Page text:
Don’t Let Your Favorite Foods Poison You! Discover the Top 5 Contamination Risks in Your Diet

We are all familiar with the unpleasant effects of food poisoning, which has the potential to cause a life-threatening experience. For this reason, many of the most common foods that you eat could be posing a regular risk to your health, according to a recent list released by the Center for Science in the Public Interest.

This list includes the top FDA regulated foods that have been linked to food poisoning outbreaks since 1990. Having a greater understanding of this risk will help you to protect yourself based on the food choices that you make, yet it doesn’t mean that you have to avoid these foods altogether. These high risk foods are part of a healthy diet, and some of them may be favorite foods that you enjoy daily! Being aware of these potentially hazardous foods will help you to reduce your risk for contamination by cleaning your food well, making sure that it is stored properly, and adjusting your diet accordingly.

  1. Eggs: Eggs are most frequently linked to salmonella, and they have caused 352 recorded outbreaks since 1990. The FDA insists that it is important to avoid any products that contain raw eggs, and that eggs must be cooked well before consuming to kill all germs and bacteria. Before you give up eggs altogether, keep in mind that there is only one illness recorded for every 3000 to 4000 meals that are served, and you can successfully eat eggs by handling them properly to minimize the risk of contamination.

    Before you avoid those scary, dangerous eggs, here’s an important question: Where did these contaminated eggs come from? Mass scale, factory-farming practices create sick chicken that lay sick eggs. You don’t ever want to eat these poor quality eggs anyway. They may not be contaminated with salmonella, but the eggs aren’t fit to eat.

    In August of this year, more than a HALF BILLION eggs were recalled because they were tainted with salmonella, and 98% of all eggs sold in the United States are from battery cage hens, even though they have such misleading labels as “All Natural” and “Farm Fresh”. However, these labels do not indicate how the animals are treated or fed, or even how potentially dangerous the eggs could be.

    As the FDA further investigated this salmonella recall from an Iowa egg factory, it found rodent infestations, flies, and hens nesting in feces, leading to serious cross-contamination on the premises. The FDA also reported that none of the employees changed their protective clothing when moving to different areas of the farm, causing a massive breach of sanitation protocol.

    While the FDA is correct in reinforcing that all eggs must be processed safely, please don’t pay attention to the FDA’s advice that eggs must be cooked well to kill bacteria and germs.Overcooked eggs are simply too hard to digest. It’s better to cook your eggs over a low flame and remove them from the heat when they are about two thirds done. The pan will be so hot at this point that stirring them a few more times continues to cook them further. Pour them out of the sauté pan, and put them into your serving dish. They contain so much heat that they continue to cook about ten more degrees right on your plate. Please see our delicious Body Ecology recipe for scrambled eggsContrary to popular belief, the yolks of the eggs have the most nutrition. Please don’t make “egg white omelets” thinking they are good for you, while throwing away the yolks. Additionally, raw eggs are safe if they from healthy poultry, and if they are stored properly after gathering.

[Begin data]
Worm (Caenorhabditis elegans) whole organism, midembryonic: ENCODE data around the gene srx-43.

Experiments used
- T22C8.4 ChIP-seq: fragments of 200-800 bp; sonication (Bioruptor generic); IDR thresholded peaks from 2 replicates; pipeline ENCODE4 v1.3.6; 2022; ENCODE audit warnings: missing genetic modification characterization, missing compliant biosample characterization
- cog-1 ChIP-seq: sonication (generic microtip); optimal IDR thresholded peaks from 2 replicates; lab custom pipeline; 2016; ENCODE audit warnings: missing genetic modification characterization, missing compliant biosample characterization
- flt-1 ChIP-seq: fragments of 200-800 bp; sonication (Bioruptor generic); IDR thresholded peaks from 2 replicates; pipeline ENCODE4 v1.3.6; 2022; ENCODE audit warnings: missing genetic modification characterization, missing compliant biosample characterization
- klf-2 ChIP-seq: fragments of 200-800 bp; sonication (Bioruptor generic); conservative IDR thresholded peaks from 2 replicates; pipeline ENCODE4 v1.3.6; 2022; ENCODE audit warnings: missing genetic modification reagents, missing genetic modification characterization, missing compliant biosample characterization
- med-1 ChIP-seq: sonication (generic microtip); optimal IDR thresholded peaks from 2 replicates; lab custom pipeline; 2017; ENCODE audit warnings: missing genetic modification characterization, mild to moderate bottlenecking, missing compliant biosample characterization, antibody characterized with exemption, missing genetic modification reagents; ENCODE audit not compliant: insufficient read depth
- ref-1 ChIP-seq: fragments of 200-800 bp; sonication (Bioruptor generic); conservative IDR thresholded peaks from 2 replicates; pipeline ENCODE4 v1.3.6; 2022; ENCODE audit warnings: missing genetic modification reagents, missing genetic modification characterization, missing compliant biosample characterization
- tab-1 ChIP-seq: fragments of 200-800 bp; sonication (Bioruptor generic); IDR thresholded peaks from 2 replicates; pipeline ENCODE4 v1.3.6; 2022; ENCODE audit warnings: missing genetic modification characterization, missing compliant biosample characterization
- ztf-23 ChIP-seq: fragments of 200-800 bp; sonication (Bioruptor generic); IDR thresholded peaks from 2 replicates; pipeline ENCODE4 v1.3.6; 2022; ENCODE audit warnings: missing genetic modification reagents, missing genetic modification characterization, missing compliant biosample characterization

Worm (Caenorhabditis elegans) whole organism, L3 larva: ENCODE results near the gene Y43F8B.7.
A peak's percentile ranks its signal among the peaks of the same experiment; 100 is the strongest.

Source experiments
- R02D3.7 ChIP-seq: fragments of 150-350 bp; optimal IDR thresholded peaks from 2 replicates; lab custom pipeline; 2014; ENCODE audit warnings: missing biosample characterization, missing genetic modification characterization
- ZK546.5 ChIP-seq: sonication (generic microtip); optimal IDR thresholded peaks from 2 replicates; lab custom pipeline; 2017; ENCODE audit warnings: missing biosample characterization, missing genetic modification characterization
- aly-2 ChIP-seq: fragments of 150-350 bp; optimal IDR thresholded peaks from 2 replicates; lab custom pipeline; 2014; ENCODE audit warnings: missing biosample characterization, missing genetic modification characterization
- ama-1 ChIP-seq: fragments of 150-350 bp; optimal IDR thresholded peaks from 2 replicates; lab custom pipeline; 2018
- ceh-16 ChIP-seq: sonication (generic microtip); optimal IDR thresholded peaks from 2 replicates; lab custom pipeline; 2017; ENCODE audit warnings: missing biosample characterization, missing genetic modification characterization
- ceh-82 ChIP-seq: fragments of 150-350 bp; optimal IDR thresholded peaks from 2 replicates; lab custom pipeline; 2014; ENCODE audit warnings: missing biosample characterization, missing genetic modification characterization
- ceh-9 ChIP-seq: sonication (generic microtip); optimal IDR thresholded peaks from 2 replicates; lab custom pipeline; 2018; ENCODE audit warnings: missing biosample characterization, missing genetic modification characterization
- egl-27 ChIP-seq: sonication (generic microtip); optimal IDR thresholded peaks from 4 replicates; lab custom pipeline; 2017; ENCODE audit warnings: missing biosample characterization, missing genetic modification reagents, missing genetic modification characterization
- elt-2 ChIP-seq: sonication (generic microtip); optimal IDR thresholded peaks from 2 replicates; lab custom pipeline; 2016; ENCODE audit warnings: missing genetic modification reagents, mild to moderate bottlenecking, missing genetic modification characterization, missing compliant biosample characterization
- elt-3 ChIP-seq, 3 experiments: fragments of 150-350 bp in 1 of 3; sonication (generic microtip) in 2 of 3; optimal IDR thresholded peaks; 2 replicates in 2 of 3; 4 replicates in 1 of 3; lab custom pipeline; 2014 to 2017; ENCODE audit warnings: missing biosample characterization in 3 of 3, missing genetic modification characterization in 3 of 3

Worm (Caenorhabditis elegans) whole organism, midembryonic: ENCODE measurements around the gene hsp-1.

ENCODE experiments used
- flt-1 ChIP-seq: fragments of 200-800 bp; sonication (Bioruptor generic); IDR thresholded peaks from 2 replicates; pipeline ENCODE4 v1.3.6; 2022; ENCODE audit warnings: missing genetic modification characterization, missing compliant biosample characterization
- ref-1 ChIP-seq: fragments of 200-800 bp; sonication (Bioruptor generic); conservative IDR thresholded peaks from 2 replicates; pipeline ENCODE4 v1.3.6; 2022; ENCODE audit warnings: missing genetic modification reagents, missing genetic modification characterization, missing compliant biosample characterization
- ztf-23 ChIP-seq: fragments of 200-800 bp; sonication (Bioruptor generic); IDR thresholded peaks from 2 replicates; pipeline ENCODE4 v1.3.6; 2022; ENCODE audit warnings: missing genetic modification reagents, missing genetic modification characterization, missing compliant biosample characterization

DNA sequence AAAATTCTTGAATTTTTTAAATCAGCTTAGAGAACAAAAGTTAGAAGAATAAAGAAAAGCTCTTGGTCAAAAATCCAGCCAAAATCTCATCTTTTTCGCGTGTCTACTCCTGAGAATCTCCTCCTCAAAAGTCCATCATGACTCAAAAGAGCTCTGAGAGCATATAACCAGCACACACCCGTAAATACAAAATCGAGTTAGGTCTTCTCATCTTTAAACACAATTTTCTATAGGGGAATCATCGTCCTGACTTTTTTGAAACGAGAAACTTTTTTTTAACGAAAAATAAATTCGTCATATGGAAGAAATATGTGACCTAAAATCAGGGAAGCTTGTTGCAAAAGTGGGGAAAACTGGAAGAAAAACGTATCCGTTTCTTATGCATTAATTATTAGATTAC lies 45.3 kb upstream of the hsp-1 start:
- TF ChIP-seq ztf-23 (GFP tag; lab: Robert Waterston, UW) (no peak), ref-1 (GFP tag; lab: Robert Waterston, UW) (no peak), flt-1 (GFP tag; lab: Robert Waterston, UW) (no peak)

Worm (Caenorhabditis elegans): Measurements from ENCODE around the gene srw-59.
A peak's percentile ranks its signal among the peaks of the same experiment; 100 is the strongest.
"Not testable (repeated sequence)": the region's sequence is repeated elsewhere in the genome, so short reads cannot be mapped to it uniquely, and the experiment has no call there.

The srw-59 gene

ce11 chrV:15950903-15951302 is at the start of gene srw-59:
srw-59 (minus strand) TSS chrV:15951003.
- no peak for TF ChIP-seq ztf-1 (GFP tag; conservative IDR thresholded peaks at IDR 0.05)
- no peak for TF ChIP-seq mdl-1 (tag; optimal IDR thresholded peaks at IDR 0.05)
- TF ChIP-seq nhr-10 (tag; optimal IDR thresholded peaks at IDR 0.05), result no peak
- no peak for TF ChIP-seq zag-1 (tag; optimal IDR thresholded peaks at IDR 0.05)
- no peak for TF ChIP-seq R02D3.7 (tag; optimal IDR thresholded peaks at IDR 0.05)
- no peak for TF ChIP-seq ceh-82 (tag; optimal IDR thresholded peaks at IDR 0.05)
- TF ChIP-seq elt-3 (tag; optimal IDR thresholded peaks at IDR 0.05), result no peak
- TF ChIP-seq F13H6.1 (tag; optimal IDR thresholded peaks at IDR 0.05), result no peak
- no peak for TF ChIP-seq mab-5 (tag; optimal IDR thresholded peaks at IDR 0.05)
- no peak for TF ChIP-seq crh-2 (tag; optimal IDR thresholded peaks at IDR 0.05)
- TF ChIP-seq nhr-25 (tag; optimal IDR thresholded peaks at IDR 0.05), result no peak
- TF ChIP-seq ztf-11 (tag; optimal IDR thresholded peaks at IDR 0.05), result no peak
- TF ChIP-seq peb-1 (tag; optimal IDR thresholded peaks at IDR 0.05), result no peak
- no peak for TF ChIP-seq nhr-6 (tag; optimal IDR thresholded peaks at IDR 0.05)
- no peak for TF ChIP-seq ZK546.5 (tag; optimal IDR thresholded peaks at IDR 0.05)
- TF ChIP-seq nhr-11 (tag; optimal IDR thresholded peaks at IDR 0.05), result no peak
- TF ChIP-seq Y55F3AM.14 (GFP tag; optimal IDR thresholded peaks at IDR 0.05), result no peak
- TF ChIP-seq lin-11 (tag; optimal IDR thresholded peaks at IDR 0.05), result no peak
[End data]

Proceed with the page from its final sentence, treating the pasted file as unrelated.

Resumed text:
2. Potatoes: A scrubbed and well-cooked potato is not likely to cause illness, but potato salad may be a source of risk due to cross-contamination. The FDA warns that most potato-related food poisoning outbreaks have been traced back to Listeria germs, often found in deli counters because of cross-contamination from meat.

    Potato salad made with commercial mayonnaise isn’t something you want to eat anyway. Commercial mayonnaise is made with refined oils. A healthier salad dressing for your potato salad would be a classic “vinaigrette” made from delicious, extravirgin olive oil, apple cider vinegar, and some fresh herbs, like dill.

  3. Tomatoes: The FDA’s list of potentially poisonous food also includes tomatoes. They recommend that once you purchase fresh tomatoes, you can minimize the risk for bacteria growth by washing your hands well with soap before and after handling this produce. It is also important to wash tomatoes under running water before cutting, cooking, or eating, even if you plan to peel the tomatoes before you eat them. Furthermore, make sure to keep fresh tomatoes separate from other foods to prevent contamination.

    BUT you don’t have to worry about tomatoes if you’re on The Body Ecology diet! We don’t recommend tomatoes. They are a fruit, not a vegetable as most people think, and when cooked into a sauce, they are acid forming. Blood types A and B do poorly eating tomatoes according to the Blood type diets. Also, tomatoes are a member of the nightshade family, and many people do not do well on them because they can be irritating to the nervous system.


    Yum! Grapefruit makes for a delicious meal, but make sure that it is washed well and paired with a tasty probiotic.

  4. Berries: Unfortunately, berries are a common source of food poisoning, namely raspberries, blackberries, and strawberries. An outbreak in 1997 caused thousands of schoolchildren to become sick through hepatitis A contamination in frozen strawberries, possibly linked to a farm worker in Mexico. Again, take the time to thoroughly wash any berries before eating them fresh or frozen, and keep them separate from other raw foods.